To create a calculated field, first activate the Insert Calculated Field dialog box shown in Figure 6.6. To call up this dialog box, place your cursor anywhere in your pivot table, click the PivotTable icon in the PivotTable toolbar, and then select Formulas, Calculated Field. ## Figure 6.6. The Insert Calculated Field dialog box will assist you in creating a calculated field in your pivot table.NOTE Within Office 2000, right-click on your pivot table and select Formulas, Calculated Field to get to the Insert Calculation Field dialog box. TIP If your PivotTable toolbar is active, you can click anywhere inside your pivot table and press Alt+P to see all the menu items under the PivotTable icon selection. You will notice the two input boxes at the top of the dialog box shown in Figure 6.7: Name and Formula. The objective here is to give your calculated field a name and then build the formula by selecting the combination of data fields and mathematical operators that will provide you the metric you are looking for. In this example, you will first name your calculated field "Avg Revenue per Unit." ## Figure 6.7. Give your calculated field a descriptive name.Next, you will go to the Fields list, as shown in Figure 6.8, and double-click on the Revenue field. Then enter a slash (/) to let Excel know you will be dividing the Revenue field by something. ## Figure 6.8. Start your formula with = Revenue /.CAUTION By default, the Formula input box in the Insert Calculated Field dialog box contains "= 0". Ensure that you delete the zero before continuing with your formula. Finish your formula by double-clicking on the Units Sold field. Your finished formula is shown in Figure 6.9. ## Figure 6.9. The full formula, = Revenue / 'Units Sold', will give you the calculated field you need.Click the Add button and then click OK to activate your new calculated field. As you can see in Figure 6.10, the result of your efforts is a calculated field within your pivot table. ## Figure 6.10. You have successfully added a calculated field to your pivot table. You may now change the settings on this new field just as you would any other field (for example, you could change the field name, the number format, or the color).Notice that not only did your pivot table create a new field called Sum of Avg Revenue per Unit, but your field list now includes your new calculated field. Does this mean you have just added a column to your data source? The answer is no. Calculated fields are similar to the pivot table's default Subtotal and Grand Total calculations in that they are all mathematical functions that recalculate when the pivot table changes or is refreshed. Calculated fields merely mimic the hard fields in your data source, allowing you to drag them, change field settings, and use them with other calculated fields. Take a moment to look at Figure 6.9 closely. Notice the formula you entered is similar in format to those used in the standard Excel formula bar. The obvious difference is that instead of using hard numbers or cell references, you are referencing pivot data fields to define the arguments used in this calculation. If you have worked with formulas in Excel before, you will quickly grasp the concept of creating calculated fields. ## CASE STUDY: Summarizing Next Year's ForecastEach store in your company has submitted its initial revenue forecast for next year. Your task is to take the first-pass numbers the stores submitted and create a summary report showing the following: Total revenue forecast by region and market Total percentage growth over last year Total contribution margin by region and market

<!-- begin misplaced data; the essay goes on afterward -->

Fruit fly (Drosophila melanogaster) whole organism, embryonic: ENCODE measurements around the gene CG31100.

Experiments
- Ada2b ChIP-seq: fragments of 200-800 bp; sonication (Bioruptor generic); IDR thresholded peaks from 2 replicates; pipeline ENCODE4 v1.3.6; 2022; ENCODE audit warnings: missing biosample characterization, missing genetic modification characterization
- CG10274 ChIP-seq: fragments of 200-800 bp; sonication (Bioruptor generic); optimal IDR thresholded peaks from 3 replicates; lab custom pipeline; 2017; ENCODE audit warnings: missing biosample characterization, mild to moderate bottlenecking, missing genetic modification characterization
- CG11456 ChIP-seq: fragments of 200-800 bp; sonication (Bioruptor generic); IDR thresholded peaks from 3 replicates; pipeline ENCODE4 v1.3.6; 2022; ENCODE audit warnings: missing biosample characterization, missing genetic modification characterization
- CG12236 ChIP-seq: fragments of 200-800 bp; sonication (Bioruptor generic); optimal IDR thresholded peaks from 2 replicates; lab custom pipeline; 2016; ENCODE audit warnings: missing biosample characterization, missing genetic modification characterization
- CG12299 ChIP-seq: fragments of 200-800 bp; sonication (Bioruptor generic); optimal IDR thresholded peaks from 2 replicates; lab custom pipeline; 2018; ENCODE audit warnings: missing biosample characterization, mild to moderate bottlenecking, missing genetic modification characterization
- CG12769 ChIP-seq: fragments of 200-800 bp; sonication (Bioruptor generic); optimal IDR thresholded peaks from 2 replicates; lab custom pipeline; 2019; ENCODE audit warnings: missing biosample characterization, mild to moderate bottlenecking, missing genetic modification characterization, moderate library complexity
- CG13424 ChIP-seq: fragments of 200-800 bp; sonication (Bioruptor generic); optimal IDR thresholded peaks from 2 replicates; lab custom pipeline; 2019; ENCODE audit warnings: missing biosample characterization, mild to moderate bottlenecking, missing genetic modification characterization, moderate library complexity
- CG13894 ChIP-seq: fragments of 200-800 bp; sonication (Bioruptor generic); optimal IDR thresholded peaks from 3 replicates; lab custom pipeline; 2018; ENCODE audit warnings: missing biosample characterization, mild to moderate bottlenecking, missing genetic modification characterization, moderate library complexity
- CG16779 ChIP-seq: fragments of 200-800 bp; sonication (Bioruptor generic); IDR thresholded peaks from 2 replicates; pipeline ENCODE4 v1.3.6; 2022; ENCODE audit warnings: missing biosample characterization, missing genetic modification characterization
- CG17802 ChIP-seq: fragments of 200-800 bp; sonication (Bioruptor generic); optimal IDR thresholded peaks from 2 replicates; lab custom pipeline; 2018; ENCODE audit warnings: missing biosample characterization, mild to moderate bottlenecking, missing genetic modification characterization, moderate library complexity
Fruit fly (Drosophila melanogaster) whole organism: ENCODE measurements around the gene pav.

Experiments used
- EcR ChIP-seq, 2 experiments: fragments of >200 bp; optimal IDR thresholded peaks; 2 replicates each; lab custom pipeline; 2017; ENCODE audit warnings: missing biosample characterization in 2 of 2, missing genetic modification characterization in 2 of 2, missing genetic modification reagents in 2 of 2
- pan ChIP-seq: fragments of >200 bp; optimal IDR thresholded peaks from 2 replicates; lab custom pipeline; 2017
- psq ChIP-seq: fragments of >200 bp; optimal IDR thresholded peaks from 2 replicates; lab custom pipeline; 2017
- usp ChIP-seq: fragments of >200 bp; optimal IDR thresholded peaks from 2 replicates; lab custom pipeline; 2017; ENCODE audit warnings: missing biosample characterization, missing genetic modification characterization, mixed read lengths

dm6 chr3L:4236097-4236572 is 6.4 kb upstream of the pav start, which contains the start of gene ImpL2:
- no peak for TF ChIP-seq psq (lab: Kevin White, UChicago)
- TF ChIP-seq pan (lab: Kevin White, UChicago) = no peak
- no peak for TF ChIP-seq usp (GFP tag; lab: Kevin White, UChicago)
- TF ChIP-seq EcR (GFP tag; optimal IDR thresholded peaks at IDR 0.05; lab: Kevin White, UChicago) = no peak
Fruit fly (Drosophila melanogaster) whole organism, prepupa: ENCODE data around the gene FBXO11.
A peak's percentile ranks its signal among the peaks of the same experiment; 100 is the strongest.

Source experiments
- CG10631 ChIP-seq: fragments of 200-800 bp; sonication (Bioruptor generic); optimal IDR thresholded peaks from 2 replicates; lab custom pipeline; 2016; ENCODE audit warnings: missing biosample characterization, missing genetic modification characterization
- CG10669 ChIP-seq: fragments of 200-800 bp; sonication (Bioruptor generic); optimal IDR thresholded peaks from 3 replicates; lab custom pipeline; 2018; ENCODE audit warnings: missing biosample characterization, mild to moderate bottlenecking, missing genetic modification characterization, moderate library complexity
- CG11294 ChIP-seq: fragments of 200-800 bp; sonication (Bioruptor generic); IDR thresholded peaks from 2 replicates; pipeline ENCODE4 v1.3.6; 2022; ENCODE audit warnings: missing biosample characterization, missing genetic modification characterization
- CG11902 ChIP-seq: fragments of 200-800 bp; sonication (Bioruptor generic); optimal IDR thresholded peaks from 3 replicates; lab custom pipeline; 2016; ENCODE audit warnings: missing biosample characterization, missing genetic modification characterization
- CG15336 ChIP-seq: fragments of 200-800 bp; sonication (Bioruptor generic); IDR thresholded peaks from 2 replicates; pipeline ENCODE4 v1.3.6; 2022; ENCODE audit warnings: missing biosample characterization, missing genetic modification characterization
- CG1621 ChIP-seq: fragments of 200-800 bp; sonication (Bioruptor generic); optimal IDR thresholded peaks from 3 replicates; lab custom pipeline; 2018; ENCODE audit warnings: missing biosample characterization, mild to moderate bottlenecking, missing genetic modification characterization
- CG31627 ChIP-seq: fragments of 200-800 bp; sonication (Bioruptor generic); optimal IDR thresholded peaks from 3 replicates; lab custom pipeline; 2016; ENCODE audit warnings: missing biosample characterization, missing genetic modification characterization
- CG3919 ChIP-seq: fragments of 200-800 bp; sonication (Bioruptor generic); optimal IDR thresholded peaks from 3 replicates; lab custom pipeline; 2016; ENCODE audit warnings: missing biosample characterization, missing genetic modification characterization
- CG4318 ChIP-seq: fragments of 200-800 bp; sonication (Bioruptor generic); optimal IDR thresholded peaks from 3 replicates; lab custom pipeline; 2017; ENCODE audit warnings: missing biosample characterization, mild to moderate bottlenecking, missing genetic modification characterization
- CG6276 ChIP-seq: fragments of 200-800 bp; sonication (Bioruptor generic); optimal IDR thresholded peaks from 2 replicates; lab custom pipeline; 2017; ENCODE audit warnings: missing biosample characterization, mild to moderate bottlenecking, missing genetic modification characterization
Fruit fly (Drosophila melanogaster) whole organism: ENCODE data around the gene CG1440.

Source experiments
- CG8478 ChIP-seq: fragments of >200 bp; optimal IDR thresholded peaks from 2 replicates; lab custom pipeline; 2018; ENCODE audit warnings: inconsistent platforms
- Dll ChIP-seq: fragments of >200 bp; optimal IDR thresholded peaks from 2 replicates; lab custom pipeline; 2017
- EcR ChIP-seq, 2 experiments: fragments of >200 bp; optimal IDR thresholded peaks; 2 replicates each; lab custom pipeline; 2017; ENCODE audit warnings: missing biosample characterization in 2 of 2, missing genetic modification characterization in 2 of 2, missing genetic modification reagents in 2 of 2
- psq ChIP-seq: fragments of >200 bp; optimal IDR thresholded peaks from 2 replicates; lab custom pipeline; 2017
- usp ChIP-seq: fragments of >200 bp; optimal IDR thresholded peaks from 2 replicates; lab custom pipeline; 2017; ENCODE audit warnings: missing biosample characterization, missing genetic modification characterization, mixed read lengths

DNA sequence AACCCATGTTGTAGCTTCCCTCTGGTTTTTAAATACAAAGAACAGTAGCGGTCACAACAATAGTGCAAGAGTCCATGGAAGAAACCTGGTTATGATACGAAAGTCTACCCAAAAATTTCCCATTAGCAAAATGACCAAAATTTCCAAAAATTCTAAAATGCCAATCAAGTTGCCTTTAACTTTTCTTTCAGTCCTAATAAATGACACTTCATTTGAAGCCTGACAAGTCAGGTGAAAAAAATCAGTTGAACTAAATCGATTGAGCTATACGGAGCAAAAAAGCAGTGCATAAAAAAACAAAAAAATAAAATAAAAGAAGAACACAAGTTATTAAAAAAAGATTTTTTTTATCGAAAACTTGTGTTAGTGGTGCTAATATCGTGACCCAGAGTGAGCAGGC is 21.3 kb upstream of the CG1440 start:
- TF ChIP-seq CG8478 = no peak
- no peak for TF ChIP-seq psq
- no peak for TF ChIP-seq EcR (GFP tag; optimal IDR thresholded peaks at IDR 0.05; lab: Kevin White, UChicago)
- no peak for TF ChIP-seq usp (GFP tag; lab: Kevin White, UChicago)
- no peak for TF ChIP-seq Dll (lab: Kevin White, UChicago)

Because these numbers are first-pass submissions and you know they will change over the course of the next two weeks, you decide to use a pivot table to create the requested forecast summary from the source data shown in Figure 6.11. ## Figure 6.11. Using a pivot table will give you the flexibility to update your summary report without re-creating it.Create the initial pivot table to include the fields Revenue Last Year and Forecast Next Year for each region and market. As you can see in Figure 6.12, by virtue of adding the Forecast Next Year field in the data area, you have met your first requirementto show the total revenue forecast by region and market. ## Figure 6.12. The initial pivot table is basic, but it provides the data for your first requirementto show the total revenue forecast by region and market.The next metric you need is percentage growth over last year. To get this data, you will need to add a calculated field that uses the following formula: (Forecast Next Year - Revenue Last Year) / 'Revenue Last Year' Click the PivotTable icon in the PivotTable toolbar and then select Formulas, Calculated Field. When you have activated the Insert Calculated Field dialog box, name your new field Percent Growth. Activate the Insert Calculated Field dialog box and name your new field Percent Growth. Delete the zero that appears in the Formula input box and then follow these steps: